Interview Questions for Recruiter


When looking at the best interview questions for hiring a recruiter, you’ll need to focus on competency and situational questions. Reviewing how they handled past situations will give you enough data points to make the right hire.

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1. How do you develop and strengthen relationships with job candidates?

Building and nurturing relationships is a key component in the career of a recruiter. This question lets you know how and why a candidate uses communication to develop relationships.
“In knowing how unnerving navigating a job search can be for a candidate, I make it a point to be available whenever possible. Deliberately ignoring a phone call or making a candidate wait unnecessarily prolongs the hiring process, creates a relationship gap between the recruiter and candidate and decreases the candidate’s confidence. When I connect with a candidate, I listen carefully, respond attentively and remain positive, even if I find myself delivering a rejection phone call, a call no recruiter enjoys making.”

2. What attracted you to the recruiting profession?

This question sheds light on what drives a candidate to succeed as a recruiter and how their motivations can positively impact the role.I n college, I interned at Company XYZ. I was fortunate enough to interact with a positive, motivated group who was proud of their work. I realized the impact that truly enjoying a career and workplace has on a person’s life. I’ve always been successful at encouraging and helping others, and I knew the perfect way to combine my passion for service and the belief that a person should find value in their career was to become a recruiter.

3. What types of data do you use to measure success and how have you used that information to help you?

Leveraging metrics and data helps measure how current methods are helping – or hurting – a candidate’s recruiting efforts. Determining if a candidate utilizes data lets you know how serious they are about increasing efficiencies and generating success as a recruiter.
“Utilizing metrics, like time to fill and time to hire, has greatly increased my efficiencies as a recruiter. At a previous company, I encouraged the recruiting department to increase the frequency in which they measured metrics, from annually to quarterly. In analyzing results, I discovered that 40% of the hiring process was spent in the hiring manager review stage. I initiated candidate outreach automation to collect candidate availability and their level of interest to help guide the hiring manager through the process.”

4. How do you treat candidates who don’t get the job?

Recruiters are often incentivized based on how many reqs they close and the time in which they close them. As a result, some short-sighted recruiters often forgo providing a great candidate experience to the candidates they reject, focusing solely on the people who are left.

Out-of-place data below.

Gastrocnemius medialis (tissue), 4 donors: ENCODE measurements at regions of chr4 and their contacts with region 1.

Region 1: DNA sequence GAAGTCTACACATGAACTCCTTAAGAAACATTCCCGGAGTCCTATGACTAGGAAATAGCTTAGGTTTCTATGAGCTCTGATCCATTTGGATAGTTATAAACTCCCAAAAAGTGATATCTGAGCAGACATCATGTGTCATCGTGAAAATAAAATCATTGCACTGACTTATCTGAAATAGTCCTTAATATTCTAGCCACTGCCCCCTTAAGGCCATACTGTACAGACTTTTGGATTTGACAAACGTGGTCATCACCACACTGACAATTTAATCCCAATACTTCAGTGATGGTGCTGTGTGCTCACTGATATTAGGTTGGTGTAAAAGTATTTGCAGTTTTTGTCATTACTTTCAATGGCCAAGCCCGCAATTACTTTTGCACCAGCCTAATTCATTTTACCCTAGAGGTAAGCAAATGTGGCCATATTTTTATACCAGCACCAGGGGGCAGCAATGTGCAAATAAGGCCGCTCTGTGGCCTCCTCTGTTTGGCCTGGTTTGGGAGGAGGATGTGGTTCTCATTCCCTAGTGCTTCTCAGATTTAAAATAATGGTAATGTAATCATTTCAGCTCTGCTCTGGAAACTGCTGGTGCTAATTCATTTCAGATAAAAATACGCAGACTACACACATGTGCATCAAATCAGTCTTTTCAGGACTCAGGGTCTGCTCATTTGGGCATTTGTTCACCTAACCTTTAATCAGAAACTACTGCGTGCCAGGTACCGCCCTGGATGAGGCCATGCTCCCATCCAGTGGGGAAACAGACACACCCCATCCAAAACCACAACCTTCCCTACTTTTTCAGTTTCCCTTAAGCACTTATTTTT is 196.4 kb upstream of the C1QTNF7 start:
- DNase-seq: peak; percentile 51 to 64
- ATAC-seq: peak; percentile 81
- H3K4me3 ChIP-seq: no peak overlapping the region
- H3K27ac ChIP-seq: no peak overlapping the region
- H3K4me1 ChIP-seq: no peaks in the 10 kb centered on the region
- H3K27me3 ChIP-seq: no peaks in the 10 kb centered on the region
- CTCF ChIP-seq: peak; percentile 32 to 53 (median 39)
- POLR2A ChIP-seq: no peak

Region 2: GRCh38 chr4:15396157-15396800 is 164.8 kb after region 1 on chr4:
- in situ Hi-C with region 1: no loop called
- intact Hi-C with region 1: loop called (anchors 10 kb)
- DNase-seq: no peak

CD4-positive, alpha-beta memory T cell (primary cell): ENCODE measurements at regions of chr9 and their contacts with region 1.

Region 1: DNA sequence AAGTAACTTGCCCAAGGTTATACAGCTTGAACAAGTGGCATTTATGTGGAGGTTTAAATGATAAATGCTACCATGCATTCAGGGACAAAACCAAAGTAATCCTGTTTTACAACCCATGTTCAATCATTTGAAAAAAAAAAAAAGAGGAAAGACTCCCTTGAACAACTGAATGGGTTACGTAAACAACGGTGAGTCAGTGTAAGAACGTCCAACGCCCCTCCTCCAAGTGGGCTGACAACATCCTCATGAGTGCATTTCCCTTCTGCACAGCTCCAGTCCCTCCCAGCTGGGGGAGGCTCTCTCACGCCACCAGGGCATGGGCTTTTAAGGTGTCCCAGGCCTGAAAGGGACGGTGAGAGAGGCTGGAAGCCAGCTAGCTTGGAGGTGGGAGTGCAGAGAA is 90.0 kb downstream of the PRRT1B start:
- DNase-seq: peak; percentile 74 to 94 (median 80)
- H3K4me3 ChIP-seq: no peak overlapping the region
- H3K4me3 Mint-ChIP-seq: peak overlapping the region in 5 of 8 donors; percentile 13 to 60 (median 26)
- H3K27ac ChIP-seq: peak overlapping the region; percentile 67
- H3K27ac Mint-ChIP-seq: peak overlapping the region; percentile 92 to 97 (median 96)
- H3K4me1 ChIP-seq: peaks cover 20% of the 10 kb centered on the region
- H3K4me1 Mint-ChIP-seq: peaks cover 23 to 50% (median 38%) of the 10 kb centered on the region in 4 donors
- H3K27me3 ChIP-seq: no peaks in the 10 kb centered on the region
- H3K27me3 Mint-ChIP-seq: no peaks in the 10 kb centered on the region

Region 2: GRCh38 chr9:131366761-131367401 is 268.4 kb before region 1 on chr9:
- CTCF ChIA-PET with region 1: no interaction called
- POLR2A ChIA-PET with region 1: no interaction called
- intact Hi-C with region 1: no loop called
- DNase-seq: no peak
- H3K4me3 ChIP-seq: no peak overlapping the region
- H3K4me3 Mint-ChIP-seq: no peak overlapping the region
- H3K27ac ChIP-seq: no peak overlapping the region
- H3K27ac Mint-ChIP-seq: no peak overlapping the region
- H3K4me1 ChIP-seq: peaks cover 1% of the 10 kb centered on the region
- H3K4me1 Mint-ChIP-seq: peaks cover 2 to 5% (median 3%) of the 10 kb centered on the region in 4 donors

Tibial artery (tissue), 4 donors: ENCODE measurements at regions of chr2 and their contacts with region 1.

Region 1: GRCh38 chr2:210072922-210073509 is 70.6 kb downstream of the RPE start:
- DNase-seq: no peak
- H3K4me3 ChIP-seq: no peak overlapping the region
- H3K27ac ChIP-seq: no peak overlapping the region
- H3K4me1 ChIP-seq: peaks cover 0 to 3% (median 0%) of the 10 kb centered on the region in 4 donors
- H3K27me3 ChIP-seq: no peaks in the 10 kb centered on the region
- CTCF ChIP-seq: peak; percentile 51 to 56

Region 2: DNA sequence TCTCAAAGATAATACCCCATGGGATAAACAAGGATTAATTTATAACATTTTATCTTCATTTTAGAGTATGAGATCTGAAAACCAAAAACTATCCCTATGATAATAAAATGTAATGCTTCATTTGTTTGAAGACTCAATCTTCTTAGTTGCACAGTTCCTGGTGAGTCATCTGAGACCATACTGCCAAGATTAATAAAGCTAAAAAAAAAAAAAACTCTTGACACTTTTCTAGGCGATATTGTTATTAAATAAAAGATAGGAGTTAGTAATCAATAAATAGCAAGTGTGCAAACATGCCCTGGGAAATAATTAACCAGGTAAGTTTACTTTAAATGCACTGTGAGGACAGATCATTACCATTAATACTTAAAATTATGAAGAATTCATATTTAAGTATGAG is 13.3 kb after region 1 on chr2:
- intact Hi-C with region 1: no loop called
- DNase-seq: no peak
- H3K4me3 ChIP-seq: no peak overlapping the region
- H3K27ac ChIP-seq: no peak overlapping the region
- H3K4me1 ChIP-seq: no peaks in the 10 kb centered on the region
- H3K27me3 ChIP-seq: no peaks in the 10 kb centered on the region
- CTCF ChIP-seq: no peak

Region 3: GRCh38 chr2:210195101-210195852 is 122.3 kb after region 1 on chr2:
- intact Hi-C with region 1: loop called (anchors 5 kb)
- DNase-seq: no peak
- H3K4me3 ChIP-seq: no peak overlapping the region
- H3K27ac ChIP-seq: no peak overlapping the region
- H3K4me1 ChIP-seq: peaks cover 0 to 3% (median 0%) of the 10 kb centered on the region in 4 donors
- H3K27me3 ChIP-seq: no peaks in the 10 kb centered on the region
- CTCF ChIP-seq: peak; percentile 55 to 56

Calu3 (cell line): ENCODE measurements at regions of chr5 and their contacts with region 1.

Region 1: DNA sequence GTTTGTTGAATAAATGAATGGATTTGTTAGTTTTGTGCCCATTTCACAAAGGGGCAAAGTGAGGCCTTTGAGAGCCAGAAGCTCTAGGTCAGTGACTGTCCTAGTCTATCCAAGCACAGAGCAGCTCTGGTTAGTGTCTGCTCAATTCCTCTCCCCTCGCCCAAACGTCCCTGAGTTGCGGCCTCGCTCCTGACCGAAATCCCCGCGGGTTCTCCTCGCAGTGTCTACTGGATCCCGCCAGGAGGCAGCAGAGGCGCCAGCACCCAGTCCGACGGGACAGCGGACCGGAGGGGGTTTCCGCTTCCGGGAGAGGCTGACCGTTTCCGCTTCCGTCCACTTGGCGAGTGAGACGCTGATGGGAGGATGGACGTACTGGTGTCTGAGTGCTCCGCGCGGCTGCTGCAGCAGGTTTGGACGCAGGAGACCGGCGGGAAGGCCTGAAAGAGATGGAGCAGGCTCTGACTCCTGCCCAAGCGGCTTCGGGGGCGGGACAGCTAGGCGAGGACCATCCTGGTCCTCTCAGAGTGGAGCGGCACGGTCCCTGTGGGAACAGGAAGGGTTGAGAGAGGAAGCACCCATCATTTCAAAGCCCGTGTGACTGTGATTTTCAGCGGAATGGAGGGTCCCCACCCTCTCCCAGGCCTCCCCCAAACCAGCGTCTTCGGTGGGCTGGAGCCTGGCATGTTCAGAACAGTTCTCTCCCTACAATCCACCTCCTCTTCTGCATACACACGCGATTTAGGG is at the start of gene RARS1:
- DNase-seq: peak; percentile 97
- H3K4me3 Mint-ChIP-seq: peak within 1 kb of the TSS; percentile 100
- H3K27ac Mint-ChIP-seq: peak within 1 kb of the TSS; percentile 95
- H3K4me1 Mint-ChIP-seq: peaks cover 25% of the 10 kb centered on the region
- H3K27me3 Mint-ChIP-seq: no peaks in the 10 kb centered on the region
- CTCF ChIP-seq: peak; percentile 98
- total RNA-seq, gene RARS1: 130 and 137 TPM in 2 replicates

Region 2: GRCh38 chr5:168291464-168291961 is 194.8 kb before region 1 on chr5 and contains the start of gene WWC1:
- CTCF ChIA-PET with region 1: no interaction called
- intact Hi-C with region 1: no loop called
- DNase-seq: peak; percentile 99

5. What are your long-range goals?

It is exactly what you don’t want to hear here. This is a great way to gage their potential for long term retention. A candidate who sets goals for themselves and has a plan, is a candidate who will be here for the long haul.

6. How do you measure quality of hire?

This is a classic “there’s no right answer” question — because the top minds in the industry have no right answer yet. In fact, talent leaders agree that defining and accurately measuring quality of hire is one of their biggest challenges, with no one clear solution out there yet.
Their answer should provide insight into both their thought process and their commitment to taking on the industry’s biggest challenges. Who knows, maybe they’ll be able to solve it after all.

7. Tell me about a time when a top candidate rejected a job offer. What did you learn from the situation?

Every recruiter has a “one that got away” story. But rather than brooding over it, the best recruiters try to figure out why the candidate rejected the offer and what they can do differently next time.
Maybe the candidate had doubts about the job that the recruiter didn’t pick up on until it was too late. Maybe they felt the culture wasn’t a perfect fit for them. Or maybe they simply got a better offer elsewhere. Armed with this knowledge, the recruiter can then approach the offer stage more strategically next time.

8. What makes you different?

There should be no hesitation. You have given the candidate an invitation to bullet point their strengths. Are they ready to highlight what sets them apapart? If they’re not, there’s really no excuse for it. Self-starter, hard worker, and works well with others are typical answers and are to be expected, but hopefully you’ll hear something a little more with this answer. When you do, take that opportunity to dig even deeper.

9. Tell us what led you to this industry?

Did they stumble into this position, or is it a passion of theirs? You can tell a difference in the work of somone who genuinely enjoys what they do, vs someone who may be in it for a paycheck. Pay attention to their delivery. Do they sound excited about the journey they’ve been on, or is there a passive attitude when speaking about their path?

10. What Is Your Management Style?

If you are hiring an employee to manage staff, it’s always good to know what they think of as good management. Again, you won’t find a general right answer but there probably is a right answer for the position that is open.

comment 5

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